As shown in FIG. 1, means in the form of electrical conductors are provided for connecting the positive electrode of each cell to the negative electrode of the succeeding cell so that all cells are connected in series additive relation to form a battery. The positive electrode of first cell 5 and the negative electrode of last cell 11 are connected to respective terminals 13 and 15 of the complete battery, so that a charging voltage may be applied across the series combination of all cells at least equal to the sum of the maximum terminals voltages thereof. Such a charging voltage may be supplied from a direct current source 17 which has its positive and negative terminals respectively connected to the positive and negative battery terminals 13 and 15. A resistor 18 may be included in series with source 17 of sufficient resistance to limit the charging current to a safe level even when the battery is fully discharged. If all cells are hermetically sealed rechargeable mercury cells, each having a maximum terminal voltage of 1.7 volts corresponding to attainment of the fully charged condition, the charging voltage would have to be at least four times that value or 6.8 volts in order to effect full recharge. Except for the improvement wrought by the present invention the applied voltage would have to be accurately maintained at substantially that value. However, as will become apparent from the ensuing description the invention permits the applied voltage to be considerably in excess of the sum of the maximum terminal voltages of the cells involved. The invention therefore enables much simpler and less expensive charging equipment to be employed.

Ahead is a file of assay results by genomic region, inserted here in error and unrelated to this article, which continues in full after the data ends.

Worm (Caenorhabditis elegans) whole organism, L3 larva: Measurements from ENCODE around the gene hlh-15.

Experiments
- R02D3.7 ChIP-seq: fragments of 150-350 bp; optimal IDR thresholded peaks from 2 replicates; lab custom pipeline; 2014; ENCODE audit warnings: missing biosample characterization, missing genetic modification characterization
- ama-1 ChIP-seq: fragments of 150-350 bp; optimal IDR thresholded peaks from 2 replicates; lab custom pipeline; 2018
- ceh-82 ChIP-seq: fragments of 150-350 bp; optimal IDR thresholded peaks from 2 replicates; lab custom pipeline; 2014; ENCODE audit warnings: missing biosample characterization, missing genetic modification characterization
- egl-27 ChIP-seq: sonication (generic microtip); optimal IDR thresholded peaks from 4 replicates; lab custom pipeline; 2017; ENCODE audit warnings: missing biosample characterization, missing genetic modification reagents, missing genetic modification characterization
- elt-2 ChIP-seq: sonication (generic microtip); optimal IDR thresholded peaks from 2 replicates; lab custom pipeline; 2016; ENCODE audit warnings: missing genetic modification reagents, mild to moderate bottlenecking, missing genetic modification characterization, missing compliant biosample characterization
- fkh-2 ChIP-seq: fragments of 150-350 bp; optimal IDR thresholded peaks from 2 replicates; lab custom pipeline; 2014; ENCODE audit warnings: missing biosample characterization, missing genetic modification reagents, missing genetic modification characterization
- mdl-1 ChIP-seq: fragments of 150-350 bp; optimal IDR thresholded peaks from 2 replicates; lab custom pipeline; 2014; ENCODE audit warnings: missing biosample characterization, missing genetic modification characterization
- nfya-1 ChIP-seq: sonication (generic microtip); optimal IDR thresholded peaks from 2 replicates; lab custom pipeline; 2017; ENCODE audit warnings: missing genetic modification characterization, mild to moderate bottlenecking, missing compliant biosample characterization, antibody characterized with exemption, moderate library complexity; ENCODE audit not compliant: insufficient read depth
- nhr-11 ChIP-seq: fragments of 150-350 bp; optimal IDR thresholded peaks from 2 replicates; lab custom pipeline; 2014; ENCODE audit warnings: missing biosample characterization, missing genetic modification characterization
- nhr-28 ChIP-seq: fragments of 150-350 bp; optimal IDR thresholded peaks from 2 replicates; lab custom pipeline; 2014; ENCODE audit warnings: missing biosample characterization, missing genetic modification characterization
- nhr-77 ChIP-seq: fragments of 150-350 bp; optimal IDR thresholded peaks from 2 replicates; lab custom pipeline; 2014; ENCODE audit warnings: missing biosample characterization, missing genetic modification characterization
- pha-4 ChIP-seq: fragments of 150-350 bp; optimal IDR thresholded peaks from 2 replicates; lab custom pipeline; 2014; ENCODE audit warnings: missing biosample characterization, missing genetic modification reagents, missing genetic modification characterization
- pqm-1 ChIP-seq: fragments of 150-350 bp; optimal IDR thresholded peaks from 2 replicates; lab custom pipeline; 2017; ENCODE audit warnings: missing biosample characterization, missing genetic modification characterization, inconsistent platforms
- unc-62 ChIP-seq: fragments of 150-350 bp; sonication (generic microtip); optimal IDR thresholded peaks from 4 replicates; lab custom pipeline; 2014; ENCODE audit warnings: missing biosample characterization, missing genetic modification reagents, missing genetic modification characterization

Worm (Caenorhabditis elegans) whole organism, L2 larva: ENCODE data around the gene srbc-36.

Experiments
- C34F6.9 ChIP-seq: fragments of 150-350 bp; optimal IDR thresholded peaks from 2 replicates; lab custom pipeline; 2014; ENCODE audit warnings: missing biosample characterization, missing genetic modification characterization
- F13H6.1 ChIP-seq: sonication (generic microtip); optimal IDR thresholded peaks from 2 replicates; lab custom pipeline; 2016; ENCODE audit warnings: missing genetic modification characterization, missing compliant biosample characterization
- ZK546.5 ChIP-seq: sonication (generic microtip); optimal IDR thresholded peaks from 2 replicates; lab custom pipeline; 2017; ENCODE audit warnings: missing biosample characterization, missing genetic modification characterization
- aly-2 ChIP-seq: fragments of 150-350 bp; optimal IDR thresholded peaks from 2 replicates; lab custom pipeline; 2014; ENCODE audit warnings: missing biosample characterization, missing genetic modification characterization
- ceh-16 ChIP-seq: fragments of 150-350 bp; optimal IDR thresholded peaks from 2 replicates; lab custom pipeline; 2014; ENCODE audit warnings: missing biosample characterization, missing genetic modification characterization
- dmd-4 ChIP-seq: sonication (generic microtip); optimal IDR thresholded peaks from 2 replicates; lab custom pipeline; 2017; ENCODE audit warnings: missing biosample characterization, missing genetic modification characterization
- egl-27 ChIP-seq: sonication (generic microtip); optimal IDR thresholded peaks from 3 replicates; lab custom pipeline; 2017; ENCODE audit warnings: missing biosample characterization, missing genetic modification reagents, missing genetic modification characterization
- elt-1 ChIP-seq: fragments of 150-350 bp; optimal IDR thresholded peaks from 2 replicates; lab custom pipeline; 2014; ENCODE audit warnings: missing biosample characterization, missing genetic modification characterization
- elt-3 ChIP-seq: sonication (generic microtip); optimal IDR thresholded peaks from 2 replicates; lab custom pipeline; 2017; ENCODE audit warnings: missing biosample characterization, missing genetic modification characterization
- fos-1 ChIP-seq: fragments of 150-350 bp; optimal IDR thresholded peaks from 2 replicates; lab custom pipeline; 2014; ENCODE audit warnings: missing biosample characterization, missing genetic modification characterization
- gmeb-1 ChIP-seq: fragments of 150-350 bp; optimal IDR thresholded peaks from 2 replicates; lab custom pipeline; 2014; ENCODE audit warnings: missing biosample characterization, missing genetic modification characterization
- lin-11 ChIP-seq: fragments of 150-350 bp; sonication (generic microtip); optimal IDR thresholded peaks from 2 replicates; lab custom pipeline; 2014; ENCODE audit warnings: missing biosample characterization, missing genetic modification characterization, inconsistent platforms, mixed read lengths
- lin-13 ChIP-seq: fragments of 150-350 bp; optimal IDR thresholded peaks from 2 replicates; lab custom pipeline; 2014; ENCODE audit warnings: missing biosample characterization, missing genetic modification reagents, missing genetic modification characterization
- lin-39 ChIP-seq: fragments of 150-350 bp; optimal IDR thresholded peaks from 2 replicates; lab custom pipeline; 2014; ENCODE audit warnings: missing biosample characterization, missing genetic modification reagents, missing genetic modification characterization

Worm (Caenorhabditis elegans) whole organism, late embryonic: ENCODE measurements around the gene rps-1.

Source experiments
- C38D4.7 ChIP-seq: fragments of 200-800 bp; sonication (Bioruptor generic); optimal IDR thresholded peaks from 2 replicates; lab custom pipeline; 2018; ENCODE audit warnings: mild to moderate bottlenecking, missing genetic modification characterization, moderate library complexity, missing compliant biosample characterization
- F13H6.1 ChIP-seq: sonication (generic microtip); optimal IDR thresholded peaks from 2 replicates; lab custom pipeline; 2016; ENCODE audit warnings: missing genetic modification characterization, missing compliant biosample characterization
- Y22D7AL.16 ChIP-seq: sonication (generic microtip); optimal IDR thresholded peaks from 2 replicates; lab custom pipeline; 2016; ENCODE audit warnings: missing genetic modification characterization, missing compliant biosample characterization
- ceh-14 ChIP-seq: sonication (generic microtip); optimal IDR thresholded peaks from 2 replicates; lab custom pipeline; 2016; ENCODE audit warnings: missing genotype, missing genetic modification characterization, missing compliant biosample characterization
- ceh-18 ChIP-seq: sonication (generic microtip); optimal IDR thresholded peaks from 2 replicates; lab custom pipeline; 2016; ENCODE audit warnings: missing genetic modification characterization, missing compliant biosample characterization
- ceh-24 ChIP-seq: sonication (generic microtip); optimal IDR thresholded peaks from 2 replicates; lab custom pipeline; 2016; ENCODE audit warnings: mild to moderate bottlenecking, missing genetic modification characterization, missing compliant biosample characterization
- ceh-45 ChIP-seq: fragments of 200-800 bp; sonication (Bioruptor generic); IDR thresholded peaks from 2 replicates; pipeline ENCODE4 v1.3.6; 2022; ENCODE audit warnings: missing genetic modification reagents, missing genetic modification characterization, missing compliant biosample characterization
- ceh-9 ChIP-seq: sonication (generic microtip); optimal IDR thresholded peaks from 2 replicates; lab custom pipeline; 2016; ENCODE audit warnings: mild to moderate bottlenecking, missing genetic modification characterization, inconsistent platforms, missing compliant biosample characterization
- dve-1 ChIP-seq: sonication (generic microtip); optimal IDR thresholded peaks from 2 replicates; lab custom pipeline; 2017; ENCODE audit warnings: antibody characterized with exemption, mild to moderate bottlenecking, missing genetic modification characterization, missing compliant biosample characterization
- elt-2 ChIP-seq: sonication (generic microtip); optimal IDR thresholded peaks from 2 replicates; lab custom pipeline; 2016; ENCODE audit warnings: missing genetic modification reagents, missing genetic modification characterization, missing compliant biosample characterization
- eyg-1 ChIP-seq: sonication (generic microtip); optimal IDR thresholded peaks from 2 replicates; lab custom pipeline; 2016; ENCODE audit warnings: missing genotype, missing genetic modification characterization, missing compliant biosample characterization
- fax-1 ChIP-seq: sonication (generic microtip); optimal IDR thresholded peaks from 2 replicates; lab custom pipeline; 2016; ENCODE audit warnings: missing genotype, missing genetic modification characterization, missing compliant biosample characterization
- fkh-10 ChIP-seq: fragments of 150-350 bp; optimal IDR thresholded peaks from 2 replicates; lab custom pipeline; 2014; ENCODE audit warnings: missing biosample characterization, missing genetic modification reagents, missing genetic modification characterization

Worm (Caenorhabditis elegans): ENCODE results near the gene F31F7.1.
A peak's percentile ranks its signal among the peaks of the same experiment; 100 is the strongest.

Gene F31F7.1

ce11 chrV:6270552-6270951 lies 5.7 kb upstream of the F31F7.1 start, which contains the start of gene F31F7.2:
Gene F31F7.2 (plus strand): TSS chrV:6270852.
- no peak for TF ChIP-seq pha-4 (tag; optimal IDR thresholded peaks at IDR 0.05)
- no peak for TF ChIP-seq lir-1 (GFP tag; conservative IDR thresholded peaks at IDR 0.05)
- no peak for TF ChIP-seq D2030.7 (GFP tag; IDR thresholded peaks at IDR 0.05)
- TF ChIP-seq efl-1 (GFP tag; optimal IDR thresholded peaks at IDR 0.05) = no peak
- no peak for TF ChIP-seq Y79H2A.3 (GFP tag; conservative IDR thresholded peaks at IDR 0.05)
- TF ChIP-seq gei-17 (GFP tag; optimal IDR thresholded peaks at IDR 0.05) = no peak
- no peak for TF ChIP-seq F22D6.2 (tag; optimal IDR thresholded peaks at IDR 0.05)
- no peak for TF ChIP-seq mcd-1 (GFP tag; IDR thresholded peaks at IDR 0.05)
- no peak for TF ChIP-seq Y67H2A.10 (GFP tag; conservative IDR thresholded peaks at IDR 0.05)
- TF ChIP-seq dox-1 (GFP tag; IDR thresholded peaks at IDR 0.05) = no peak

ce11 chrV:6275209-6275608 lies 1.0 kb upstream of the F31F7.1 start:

The embodiment of the invention shown in FIG. 1 further comprises a plurality of voltage-sensitive current gating means 19, 21, 23 and 25 respectively shunting cells S, 7, 9 and 11. Each such gating means is substantially nonconductive when the terminal voltage of the cell shunted thereby is below its predetermined maximum value, but becomes highly conductive when the cell terminal voltage incrementally exceeds that value. In this Way, charging current supplied to the battery from source 17 is bypassed around any cell which has attained the fully charged condition and overcharge thereof is prevented. More specifically, each such gating means may be a twoterminal or diode semiconductor device which remains substantially nonconductive when the voltage there-across is below a characteristic threshold level and which becomes highly conductive when the voltage there-across incrementally exceeds that level, the characteristic threshold voltage level of each diode device being substantially the same as the maximum terminal voltage of the cell shunted thereby. Each cell is thereby effectively short-circuited by its shunting diode whenever the cell terminal voltage tends to exceed the level at which gas generation would be initiated, While charging current is permitted to continue to flow through those cells which are still not fully charged.